D. Plummer's contention that the judge improperly asked and followed up a juror-proposed question to Ms. McCrae regarding her own employment.
Ms. McCrae testified that Plummer was with her on December 1, 1999, at the time the first videotaped sale to Hughes was made. She also stated that she worked and attended school. She was extensively cross-examined as to how she recalled what occurred on December 1, 1999, over a year and a half before the trial. After the attorneys had completed their examination of the witness, jurors proposed several additional questions to be posed to her. The last of these proposed juror questions was: “If December the 1st [was a] Wednesday, why weren't you in school that morning?” Although Plummer's attorney had previously requested the judge not to permit further juror questioning, no party objected to this specific question.9 The following interrogation by the court ensued:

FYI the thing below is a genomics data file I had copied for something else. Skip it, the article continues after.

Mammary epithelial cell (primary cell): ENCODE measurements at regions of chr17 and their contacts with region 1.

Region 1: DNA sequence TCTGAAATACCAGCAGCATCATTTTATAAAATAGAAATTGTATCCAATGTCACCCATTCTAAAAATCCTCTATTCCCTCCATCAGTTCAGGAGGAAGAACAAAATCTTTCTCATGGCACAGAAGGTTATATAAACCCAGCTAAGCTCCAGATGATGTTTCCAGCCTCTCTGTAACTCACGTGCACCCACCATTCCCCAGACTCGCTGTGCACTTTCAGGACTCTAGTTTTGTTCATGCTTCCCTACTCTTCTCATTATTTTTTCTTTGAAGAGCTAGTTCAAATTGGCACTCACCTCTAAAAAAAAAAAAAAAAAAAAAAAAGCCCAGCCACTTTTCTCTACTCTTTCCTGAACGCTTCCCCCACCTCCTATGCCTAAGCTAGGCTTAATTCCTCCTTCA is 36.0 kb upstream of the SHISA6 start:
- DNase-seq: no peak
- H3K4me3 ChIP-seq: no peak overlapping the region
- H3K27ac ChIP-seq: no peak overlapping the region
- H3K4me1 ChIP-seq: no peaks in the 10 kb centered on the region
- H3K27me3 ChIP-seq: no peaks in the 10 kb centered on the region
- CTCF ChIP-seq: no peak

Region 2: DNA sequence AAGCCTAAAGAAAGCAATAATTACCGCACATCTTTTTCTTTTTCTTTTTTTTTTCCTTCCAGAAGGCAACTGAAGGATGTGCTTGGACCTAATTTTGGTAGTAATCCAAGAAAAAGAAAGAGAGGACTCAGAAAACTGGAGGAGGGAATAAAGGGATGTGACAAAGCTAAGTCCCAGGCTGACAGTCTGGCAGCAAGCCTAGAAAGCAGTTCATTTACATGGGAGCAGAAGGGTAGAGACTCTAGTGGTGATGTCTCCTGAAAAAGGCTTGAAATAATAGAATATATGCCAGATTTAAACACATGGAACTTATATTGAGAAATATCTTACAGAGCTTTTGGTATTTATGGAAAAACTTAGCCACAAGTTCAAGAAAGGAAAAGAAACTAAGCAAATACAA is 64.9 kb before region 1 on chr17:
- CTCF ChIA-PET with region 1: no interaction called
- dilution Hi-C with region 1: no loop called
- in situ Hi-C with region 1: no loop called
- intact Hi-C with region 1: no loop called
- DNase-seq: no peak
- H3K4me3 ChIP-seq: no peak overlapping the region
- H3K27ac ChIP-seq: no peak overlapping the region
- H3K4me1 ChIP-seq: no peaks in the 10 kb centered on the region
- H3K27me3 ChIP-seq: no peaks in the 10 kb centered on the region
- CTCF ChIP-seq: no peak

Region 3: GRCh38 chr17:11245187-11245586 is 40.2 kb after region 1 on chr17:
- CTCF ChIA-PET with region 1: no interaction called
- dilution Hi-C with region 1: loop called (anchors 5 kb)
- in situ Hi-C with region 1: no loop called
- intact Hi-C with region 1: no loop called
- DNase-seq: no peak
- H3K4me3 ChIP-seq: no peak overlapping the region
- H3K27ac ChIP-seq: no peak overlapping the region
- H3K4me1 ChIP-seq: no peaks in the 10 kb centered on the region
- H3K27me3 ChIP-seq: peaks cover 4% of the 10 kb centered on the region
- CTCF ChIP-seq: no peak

Q. Ma‘am, if December the 1st, 1999, was a Wednesday, why weren't you in school that morning?
A. I didn't attend school that day.
Q. I'm sorry?
A. I didn't attend school that day.
Q. No. That's not the question. Why were you not in school that morning?
A. I decided not to go that morning.
Q. Was it for a specific reason that you decided not to go?
Q. Do you often just arbitrarily not go to classes?
Q. This was the one time that you ever arbitrarily decided not to go to school?
A. No, this isn't the only time. That's not the only time.